An “outlier” is anyone or anything that lies far outside the normal range. In business, an outlier is a person dramatically more or less successful than the majority.
Do you want to be an outlier on the upper end of financial success? Certainly.
Outliers is also a very popular book by Malcolm Gladwell. The book has been studied and passed around by teachers, life coaches, business leaders and psychologists. Gladwell attempts to get to the bottom of what makes a person successful.
How the Puck Bounces
Gladwell argues that much of a person’s success is due to circumstances out of his control.
A simple example of his theory is based around one fact: a disproportionate number of players in the National Hockey League were born early in the year.
In Canada, young hockey players are assigned to leagues based upon the year they were born. Therefore, a boy who turns ten in January will be placed in the same league as one born in December. At nearly a year older, the first boy is typically bigger and stronger than the second one.
He excels and is selected to the all-star team. He receives more attention, playing time and coaching. This pattern continues for a few years until, at age fifteen, the first boy is not only bigger and older, but he is also more skilled and better trained.
The kid born in January ends up with a much higher chance of playing professional hockey. Statistics support the phenomenon. Between 1980 and 2007, 36% of players drafted into the NHL were born in the first 25% of the year. Only 14.5% were born in the last 25%.
Gladwell repeatedly mentions the “10,000 Hour Rule,” which states individuals with 10,000 hours of study or practice at a subject or skill have a notably higher chance at success.
The Beatles played 1200 times in Hamburg from 1960-64. During those 10,000 hours of performance, they became the skilled and polished ensemble ready to take over the world.
Bill Gates had the advantage of access to a computer in 1968, which was a rare thing. His mother was on the board of directors for IBM. He spent 10,000 hours programming that machine and developed an unmatched mastery of it. We know how that turned out.
Gladwell also compares two other geniuses. Christopher Langan, despite having an IQ of 195, became a simple horse farmer in Missouri. With no one in his upbringing to help him take advantage of his gifts, Langan never achieved his full potential.
Meanwhile, Robert Oppenheimer, with a similar intelligence, was raised in Manhattan by wealthy and educated parents. They sent him to the best schools and gave him constant encouragement. After graduating from Cambridge, he invented the atomic bomb.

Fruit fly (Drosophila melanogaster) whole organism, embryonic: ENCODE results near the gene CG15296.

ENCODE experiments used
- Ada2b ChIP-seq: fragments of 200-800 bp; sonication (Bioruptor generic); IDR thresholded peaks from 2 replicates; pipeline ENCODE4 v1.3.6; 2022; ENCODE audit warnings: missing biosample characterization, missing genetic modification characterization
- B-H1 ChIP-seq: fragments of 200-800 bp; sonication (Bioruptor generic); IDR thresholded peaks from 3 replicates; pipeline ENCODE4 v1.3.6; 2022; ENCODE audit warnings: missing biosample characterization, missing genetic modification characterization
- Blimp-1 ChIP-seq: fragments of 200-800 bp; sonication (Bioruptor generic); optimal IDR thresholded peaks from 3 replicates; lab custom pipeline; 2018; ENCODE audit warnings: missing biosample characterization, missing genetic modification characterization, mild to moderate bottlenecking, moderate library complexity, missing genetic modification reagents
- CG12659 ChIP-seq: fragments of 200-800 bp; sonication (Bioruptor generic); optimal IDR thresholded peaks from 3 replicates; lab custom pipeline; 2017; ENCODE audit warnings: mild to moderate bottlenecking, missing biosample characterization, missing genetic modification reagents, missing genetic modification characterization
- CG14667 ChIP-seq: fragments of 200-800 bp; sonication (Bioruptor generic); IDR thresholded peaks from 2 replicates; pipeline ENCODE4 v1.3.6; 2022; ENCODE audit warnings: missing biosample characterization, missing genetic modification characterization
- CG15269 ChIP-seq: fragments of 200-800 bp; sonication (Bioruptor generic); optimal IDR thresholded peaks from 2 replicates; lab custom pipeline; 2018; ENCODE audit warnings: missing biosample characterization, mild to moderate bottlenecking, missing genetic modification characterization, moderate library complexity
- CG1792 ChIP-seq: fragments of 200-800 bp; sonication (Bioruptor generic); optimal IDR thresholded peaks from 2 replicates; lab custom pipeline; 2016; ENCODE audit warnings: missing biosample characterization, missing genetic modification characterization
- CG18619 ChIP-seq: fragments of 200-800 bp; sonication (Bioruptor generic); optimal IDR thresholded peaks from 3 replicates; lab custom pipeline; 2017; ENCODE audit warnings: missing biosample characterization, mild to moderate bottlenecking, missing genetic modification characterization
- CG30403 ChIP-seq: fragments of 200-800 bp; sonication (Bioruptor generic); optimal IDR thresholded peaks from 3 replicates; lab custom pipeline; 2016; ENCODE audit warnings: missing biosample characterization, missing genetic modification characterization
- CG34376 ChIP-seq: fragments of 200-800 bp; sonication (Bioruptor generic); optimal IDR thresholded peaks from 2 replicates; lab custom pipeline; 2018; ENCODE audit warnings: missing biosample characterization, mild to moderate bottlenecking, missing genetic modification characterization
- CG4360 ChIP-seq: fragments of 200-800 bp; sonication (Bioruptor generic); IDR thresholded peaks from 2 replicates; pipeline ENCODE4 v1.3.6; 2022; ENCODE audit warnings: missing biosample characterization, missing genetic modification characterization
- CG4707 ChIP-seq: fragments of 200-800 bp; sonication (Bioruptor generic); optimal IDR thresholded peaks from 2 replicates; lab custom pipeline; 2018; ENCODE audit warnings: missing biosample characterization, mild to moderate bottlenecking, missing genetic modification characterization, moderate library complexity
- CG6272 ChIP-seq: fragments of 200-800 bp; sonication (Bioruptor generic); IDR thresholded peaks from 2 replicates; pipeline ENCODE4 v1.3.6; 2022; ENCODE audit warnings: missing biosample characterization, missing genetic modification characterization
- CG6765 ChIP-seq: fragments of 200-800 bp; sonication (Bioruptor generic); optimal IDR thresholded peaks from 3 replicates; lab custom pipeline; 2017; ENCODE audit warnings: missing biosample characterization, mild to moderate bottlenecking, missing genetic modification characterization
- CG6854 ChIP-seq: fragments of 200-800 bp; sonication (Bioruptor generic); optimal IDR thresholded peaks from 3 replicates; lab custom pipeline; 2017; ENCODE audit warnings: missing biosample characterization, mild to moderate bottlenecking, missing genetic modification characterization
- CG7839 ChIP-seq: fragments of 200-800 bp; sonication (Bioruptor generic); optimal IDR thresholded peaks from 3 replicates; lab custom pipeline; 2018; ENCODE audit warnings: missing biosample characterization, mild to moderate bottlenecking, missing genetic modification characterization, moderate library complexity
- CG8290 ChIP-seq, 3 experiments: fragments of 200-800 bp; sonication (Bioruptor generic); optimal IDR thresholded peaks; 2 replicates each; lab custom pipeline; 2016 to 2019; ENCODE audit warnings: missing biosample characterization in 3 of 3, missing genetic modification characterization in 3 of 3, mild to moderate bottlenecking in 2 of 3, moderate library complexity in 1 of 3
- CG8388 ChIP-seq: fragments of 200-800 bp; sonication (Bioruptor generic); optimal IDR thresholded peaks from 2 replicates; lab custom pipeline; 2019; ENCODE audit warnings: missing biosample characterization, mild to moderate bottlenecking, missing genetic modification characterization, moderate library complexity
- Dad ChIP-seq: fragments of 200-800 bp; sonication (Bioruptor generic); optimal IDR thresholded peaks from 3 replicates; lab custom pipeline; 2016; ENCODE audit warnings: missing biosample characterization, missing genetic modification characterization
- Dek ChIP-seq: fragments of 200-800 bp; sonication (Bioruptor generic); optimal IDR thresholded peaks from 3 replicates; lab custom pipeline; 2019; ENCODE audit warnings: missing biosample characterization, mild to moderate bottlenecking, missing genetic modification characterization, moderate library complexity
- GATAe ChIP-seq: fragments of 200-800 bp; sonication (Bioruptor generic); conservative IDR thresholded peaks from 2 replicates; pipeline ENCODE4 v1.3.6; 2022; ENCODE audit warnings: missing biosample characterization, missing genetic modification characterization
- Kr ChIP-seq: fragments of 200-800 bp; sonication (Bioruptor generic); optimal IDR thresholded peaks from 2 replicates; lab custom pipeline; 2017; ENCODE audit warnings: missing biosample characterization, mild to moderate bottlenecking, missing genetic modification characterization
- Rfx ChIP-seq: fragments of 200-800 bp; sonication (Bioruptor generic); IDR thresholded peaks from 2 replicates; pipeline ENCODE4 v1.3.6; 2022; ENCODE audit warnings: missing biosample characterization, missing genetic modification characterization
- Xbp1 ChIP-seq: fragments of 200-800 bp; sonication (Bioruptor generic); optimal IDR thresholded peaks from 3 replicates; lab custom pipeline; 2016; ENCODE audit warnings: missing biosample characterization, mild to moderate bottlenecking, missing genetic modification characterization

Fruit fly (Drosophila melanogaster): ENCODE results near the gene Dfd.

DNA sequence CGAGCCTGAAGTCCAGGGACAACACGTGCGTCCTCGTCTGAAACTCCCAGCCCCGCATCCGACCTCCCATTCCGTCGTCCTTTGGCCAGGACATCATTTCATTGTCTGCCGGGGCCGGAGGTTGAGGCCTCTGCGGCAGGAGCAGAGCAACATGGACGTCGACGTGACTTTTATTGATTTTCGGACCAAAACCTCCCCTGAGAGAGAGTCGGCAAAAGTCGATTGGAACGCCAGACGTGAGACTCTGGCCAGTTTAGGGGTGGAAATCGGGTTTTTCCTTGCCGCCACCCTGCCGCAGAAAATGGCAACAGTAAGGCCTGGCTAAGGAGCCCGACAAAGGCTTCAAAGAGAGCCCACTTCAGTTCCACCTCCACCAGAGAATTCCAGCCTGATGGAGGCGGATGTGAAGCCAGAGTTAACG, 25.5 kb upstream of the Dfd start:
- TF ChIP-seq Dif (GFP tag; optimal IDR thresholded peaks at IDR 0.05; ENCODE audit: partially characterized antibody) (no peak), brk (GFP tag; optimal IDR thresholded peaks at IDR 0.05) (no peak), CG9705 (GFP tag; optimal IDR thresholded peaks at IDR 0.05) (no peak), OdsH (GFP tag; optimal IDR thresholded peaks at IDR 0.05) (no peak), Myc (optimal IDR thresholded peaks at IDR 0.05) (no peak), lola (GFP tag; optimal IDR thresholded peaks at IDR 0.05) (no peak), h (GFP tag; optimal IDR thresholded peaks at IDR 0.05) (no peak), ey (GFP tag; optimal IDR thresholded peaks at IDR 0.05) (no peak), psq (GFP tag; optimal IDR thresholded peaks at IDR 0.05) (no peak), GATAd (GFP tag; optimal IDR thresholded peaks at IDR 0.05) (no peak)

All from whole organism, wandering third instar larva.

Victory Over Circumstance
While it seems obvious that positive circumstances yield positive results, I was upset that Gladwell insists they limit the individual. Are we really held in place by the details of our upbringing?
Are we stuck being victims of our circumstances? Or can we be victors over our circumstances?
I wasn’t born with the advantages of Oppenheimer or Gates. Or even a Canadian born in January. I come from a working class family. None of my friends growing up seemed inclined for greatness.
You could say I was a “dumb hick.” Did that stop me?
Will it stop you?
Circumstances create you and define you in the beginning, but they can’t limit you unless you let them. The first step to conquering bad circumstances is to understand them.
Identify the strengths and weaknesses of your situation. Know your good influences and bad.
Gladwell writes, “No one—not rock stars, not professional athletes, not software billionaires, and not even geniuses—ever makes it alone.”
I don’t disagree with that. He cites examples from history where the world was larger and more isolated. Access to information, inspiration and encouragement were hard to get. Growing up in a simple town or a poor family was extremely limiting.
We no longer have to accept a small, restrictive community. We can reach out to positive, educated, empowering individuals and groups. We can stretch past our limiting circumstances and achieve more.
I say: “If you want to be poor, have five best friends who are poor.”
The opposite is also true. Find people whose minds and ambitions desire bigger things. Gravitate toward those people and away from those who hold you back.
What Gladwell writes about outliers is completely true if you accept that your circumstances limit and define you. His argument falls apart if you aspire to change your circumstances.
If you didn’t grow up with the best circumstances, your job is to change that. Picture a better world and make it real. Surround yourself with better influences, peers, and circumstances.
You can do it, even if you’re a hockey player born after Christmas.
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